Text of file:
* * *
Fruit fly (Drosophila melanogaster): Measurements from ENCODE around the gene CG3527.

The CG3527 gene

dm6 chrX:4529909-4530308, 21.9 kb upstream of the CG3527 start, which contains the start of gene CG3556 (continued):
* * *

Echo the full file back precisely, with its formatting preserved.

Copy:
Fruit fly (Drosophila melanogaster): Measurements from ENCODE around the gene CG3527.

The CG3527 gene

dm6 chrX:4529909-4530308, 21.9 kb upstream of the CG3527 start, which contains the start of gene CG3556 (continued):